Friends For A Day

I had another book signing yesterday, this time at the West Bend Community Memorial Library. It was another lightly attended affair, but I managed to sell enough books to make it worth my while. As much as these library presentations take a fair amount of work, I've grown to really enjoy doing them. I get a little more comfortable with each one I do. 

Over time, I've learned what works, what doesn't work, and with the helpful feedback of my wife, I've changed the format to be even better than it once was. In the old format, I did all my readings, then photos, and then the video trailer. She thought it might be better if I worked the photos across the whole presentation, which gives people a way to relate to the story.

She also gets jolted every time I mention in my talk to the group that my father was murdered in 1967. "Just say he was killed," she says. I see her point, but part of the whole thing is to shock people a little bit. Not to mention that murder is what it was. No watering that down. One thing's for sure, it always grabs their attention. 

It's always interesting to see where each talk takes me. I've had a number of people share stories with me after my presentations. Most of them are somehow related to the BWCA, but not always. People will tell me their tragic stories in part because they can relate to me telling mine. In that way it's a bit therapeutic for both of us. 

The West Bend gig was the last one on the immediate docket. I am currently working with seven different libraries from all over Wisconsin on future dates. The only set date thus far is December 9th when I'll be at the Waterford Public Library.

The other interesting part of yesterday was my second interaction with the group known as Waukesha Open Poetry. This is a group of people that gets together on the second Saturday of the month to share and talk about poetry. During the summer months they meet in a local park, so they refer to those gatherings as Poetry in the Park.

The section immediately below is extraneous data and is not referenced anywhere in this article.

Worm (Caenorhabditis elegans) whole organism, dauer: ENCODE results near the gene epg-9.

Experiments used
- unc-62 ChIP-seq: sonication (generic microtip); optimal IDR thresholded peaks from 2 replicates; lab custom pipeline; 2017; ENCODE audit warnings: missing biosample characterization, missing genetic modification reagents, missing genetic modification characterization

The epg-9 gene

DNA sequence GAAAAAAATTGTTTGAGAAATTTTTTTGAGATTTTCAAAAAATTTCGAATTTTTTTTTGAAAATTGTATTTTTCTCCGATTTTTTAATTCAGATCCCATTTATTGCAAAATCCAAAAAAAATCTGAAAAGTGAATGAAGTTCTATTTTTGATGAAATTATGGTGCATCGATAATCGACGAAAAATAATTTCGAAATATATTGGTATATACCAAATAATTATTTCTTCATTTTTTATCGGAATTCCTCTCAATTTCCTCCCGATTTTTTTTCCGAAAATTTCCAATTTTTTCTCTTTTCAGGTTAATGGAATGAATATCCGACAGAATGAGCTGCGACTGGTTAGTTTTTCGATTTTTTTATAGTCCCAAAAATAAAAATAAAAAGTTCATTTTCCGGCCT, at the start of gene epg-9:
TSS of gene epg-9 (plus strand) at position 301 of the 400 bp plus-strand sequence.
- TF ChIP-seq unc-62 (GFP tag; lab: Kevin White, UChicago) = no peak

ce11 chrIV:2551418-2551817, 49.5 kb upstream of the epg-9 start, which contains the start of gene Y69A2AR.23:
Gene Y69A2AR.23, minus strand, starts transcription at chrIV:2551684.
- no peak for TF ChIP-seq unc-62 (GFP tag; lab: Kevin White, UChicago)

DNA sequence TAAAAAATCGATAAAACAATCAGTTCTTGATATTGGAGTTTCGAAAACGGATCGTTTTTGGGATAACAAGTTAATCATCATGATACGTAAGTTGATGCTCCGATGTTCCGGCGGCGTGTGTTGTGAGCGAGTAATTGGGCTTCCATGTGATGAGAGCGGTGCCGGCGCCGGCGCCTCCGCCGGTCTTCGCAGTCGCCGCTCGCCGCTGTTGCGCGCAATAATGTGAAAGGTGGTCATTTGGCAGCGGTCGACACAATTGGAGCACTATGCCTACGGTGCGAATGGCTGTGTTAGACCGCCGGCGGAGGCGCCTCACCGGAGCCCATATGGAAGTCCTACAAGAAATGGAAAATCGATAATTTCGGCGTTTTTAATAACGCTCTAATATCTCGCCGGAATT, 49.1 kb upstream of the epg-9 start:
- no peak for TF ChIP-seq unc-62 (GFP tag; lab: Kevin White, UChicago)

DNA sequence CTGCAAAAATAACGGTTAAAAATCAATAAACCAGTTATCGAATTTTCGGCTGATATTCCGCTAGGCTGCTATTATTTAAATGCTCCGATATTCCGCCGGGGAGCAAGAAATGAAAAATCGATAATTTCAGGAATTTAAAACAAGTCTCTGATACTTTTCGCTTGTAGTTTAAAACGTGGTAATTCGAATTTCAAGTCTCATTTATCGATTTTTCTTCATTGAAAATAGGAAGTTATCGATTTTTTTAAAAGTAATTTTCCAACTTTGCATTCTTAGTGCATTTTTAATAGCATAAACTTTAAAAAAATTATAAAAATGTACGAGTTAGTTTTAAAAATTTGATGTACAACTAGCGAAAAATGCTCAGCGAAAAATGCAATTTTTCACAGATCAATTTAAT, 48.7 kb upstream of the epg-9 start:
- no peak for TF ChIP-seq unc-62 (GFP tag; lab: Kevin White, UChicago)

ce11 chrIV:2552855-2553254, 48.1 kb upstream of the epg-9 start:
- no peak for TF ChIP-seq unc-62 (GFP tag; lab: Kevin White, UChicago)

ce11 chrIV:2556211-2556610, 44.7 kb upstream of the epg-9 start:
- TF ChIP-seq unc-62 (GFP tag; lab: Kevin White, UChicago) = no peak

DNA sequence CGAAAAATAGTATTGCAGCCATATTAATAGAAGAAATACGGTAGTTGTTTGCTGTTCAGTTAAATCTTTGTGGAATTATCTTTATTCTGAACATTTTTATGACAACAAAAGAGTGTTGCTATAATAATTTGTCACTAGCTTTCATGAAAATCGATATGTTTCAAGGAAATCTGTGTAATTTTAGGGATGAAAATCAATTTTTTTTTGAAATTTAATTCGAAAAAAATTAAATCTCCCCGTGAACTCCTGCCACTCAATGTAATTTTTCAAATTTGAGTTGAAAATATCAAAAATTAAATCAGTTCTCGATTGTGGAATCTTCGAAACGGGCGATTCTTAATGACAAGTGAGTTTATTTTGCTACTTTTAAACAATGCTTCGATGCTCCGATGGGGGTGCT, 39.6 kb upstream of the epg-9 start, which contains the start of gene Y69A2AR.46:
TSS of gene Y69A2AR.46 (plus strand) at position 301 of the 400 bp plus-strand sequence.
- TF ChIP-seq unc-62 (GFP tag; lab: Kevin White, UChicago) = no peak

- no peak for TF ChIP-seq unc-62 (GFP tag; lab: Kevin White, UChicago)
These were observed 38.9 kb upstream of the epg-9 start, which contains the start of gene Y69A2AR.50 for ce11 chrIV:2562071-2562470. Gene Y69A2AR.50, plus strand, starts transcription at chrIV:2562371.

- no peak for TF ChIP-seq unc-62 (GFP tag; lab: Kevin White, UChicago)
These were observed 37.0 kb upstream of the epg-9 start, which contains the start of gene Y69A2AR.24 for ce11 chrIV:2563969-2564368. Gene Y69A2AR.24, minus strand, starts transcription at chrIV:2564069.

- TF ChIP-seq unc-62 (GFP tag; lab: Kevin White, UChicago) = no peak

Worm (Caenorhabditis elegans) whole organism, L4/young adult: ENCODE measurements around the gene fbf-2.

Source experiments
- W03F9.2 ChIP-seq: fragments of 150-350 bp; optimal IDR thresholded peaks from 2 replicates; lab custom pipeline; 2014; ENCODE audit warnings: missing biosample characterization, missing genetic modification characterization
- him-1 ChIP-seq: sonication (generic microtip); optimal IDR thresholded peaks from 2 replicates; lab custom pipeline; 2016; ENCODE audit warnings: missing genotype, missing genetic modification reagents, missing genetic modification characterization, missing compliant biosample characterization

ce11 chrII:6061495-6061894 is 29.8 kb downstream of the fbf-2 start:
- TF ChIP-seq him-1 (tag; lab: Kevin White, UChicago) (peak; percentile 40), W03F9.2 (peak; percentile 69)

It is a small group, yesterday there were only five of us, and the first time I met with them, there were only about 8 of us. The thing I like about this group is they are total free spirits. Most of them simply hand write poems in journals and bring them to read. I sense that there is no pressure or urgency to submit or get anything published by the members. They are writing just for writing sake. Just for fun and joy. In fact yesterday made me feel like a big blowhard because I kept referring to "getting published" or getting into a workshop, etc. It seems that everyone is quite content just having fun with it.

It also made me a bit envious too. There was a day when I first started writing the stories that ultimately turned into Dirty Shirt where I was just writing for the joy of reading it in class - or the joy of just writing it at all. Now it seems, whenever I write something, I always have a publishing agenda behind it. While that's not a bad aspiration to have, it kind of supplants that initial joy. And while I get the fact that if you're not publishing stuff, then no one's reading your work, I also think there's a place for not caring. 

A couple of the women in the group said that their mother had a couple of books worth of material in a garbage bag. This was work the mother had put her heart and soul into. For whatever reason, she chose not to do anything with it. My question is, who am I to judge whether that is wrong? Maybe she got enough joy from writing that it was sufficient unto itself? Or maybe she had an inner critic that kicked her but and made her feel like her work sucked? I have one of those that I constantly have to beat down. 

So, to finish my rambling, my point is this group is a relatively undisciplined bunch. (No offense to any of you who might be reading this, of course.) Some of them brought only one work to read to group. Others talked about how they should write more, but just don't. Most of them fit the mold of "anguished artists" than most writers I usually hang around. And as I said, there's something attractive in their lackadaisical mentality. I think writing needs a healthy balance of both this and the more structured habits I've fallen into. 

And I aim to incorporate some of these laissez faire attitudes into my writing life soon enough.

Blogging off...


The Queen Bee said…
Interesting take on dad's murder, Jim. For the first few years after he was killed, I wouldn't even tell my friends at my new school that he was dead, for some reason I was ashamed that he was murdered so I'd tell my new friends, in our new neighborhood on Hubbard, that he was alive and worked with mom at Texaco. When I was older and got past that in high school, I referred to as death that he was killed. It's only been in the past few years that I've referred to his death as his being murdered, which is exactly what it was, not to mention a hate crime based on race. However, due to white guilt, among other things, we never referred to it as that till lately. Interesting how events of the past become clearer as we get older and can shed the fears we all had at the time....

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